I have a small journal in the back of my head. It is full of all the things Air Force Academy graduates said to me as a cadet that I resolved I would never catch myself saying. These fell into two categories:
- The things they said which were valuable lessons that I took to heart as a cadet so I didn’t repeat their mistakes
- The things they said that revealed they forgot where they came from
The most common of the second variety were variations of, “life is so much easier as a cadet,” “life is so much better when people are telling you what to do,” etc. As a cadet, few things chafe as much as the restrictions on one’s personal freedom, and listening to an “old guy” pontificate about wanting to be in my shoes with less freedom and less responsibility was neither inspiring nor, did I think, actually representative of how they felt. Even on my worst days post-graduation I have never once truly wished to be a cadet again. I’m holding true to that entry in that imaginary journal.
There is, however, one issue on which I have definitively changed my mind.
By it’s nature, a service academy breeds cynicism. Whereas Dilbert and company go home after a day of dealing with the proverbial pointy-haired boss, a cadet lives for four years in the immediate vicinity of his boss’s office and within walking distance of the offices of four general officers. The annoyances of office life take on a whole new dimension in this environment. Daily life begins to mirror passages from Catch-22. I watched more than one problem be “resolved” by the renaming of root causes.
As a result, cadets gain an acute sense for BS. Everything that leadership says gets filtered and parsed:
- “Is this something they have to say to support the party line?”
- “This seems good for me, but what’s in this for them if I go along with it?”
- “Do they really believe what they’re saying?”
To return to a favorite Katt Williams bit, you quit believing and trusting anything. And this is often a great skill. This keen sense for ulterior motives protects a person from the worst in others.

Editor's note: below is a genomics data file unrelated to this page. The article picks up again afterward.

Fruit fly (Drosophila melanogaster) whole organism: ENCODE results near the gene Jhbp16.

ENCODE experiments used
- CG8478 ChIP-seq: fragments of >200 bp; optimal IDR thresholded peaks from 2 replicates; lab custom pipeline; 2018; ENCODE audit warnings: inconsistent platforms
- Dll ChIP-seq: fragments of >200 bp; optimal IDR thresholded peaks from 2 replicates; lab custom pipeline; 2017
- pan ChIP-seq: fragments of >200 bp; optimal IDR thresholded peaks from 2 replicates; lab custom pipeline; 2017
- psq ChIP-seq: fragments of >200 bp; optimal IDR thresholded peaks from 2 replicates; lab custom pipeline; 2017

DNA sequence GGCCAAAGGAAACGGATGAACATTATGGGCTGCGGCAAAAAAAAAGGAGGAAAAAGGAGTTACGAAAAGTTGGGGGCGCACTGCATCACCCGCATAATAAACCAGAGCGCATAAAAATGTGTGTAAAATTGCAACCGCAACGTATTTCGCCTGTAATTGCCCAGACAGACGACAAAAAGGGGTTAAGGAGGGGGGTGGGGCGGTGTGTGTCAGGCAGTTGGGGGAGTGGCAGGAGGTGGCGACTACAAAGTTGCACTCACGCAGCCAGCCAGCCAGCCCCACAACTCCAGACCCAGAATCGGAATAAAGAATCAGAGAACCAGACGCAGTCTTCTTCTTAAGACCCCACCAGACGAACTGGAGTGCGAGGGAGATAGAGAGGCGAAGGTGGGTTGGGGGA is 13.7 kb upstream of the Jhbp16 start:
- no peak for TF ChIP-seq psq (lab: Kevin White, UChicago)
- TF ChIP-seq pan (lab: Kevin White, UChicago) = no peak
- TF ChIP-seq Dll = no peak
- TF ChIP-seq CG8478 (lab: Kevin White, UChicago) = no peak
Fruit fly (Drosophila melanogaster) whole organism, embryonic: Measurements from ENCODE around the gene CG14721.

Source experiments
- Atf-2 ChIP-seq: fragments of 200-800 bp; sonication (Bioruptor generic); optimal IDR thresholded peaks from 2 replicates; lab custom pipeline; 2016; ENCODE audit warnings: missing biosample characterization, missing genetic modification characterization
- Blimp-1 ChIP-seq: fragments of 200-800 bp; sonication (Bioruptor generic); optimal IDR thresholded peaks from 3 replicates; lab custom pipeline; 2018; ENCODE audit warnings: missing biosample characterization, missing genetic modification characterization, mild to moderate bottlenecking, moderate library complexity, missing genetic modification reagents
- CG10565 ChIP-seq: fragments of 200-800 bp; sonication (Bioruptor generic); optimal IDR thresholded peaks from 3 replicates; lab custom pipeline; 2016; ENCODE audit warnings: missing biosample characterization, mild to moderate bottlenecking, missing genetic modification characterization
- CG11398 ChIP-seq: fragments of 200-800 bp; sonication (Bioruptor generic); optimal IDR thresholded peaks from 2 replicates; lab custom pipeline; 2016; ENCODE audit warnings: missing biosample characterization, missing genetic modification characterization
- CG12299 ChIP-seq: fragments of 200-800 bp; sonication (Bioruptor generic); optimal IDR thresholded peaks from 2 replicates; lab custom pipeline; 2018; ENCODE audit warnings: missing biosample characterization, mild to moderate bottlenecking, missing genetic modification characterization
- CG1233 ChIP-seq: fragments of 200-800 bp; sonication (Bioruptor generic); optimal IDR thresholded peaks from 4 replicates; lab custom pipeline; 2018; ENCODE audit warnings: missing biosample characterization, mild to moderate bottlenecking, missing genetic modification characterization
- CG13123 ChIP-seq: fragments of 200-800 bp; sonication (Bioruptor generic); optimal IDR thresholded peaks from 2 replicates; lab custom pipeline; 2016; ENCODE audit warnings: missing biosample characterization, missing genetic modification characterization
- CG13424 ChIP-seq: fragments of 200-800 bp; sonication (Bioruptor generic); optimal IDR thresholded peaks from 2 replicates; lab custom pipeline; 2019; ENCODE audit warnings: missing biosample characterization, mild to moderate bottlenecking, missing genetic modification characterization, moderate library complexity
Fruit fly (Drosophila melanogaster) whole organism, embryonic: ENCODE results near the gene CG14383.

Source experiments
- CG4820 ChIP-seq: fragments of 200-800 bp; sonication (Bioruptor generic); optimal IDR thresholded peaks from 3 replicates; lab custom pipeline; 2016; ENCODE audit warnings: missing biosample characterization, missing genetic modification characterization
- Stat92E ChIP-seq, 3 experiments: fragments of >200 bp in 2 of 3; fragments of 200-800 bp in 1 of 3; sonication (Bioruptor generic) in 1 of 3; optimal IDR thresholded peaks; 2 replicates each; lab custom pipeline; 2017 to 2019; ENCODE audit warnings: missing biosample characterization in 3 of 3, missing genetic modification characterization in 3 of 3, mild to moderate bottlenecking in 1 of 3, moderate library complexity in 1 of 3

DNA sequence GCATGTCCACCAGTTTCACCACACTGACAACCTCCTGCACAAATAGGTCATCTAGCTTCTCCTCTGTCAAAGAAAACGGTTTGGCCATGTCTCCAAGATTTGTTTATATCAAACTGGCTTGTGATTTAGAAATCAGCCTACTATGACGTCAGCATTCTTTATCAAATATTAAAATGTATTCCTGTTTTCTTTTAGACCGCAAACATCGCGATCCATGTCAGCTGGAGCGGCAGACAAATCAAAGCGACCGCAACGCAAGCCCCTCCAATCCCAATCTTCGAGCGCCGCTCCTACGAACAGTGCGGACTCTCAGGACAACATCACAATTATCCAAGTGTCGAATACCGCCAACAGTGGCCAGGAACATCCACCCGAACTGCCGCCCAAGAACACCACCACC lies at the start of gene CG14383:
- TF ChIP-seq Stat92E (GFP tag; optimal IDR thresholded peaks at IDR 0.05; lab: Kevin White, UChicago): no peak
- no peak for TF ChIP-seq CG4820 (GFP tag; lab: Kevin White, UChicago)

Leadership is aware of this cynicism and address it from time to time. During my time there, one of the generals referred to cynicism as a “cancer.” This of course failed the above filters and was widely lampooned by the cadet population. I discounted it and kept my filters up.
And it is this issue on which I have changed my mind.
The same disbelief and mistrust in others that protects you from the worst in others simultaneously prevents you from being your best. When turned inward, cynicism turns every good idea into self-doubt. Every opportunity to succeed becomes and opportunity to fail. Every chance to do a good thing for others becomes a calculated, self-serving, manipulative move. While an unmerited abundance of self-esteem might be annoying and permit a person to do good deeds that are merely an exchange of back-scratches, a world full of people actively refusing to back-scratch just results in a world full of itchy people.
Exactly like cancer, cynicism will feed on the healthy energy around it and destroy its host.
So I have resolved in my own life to be a little more trusting of myself and others and to tolerate criticism of my motives moreso than I have in the past. I think this is going to be a good move.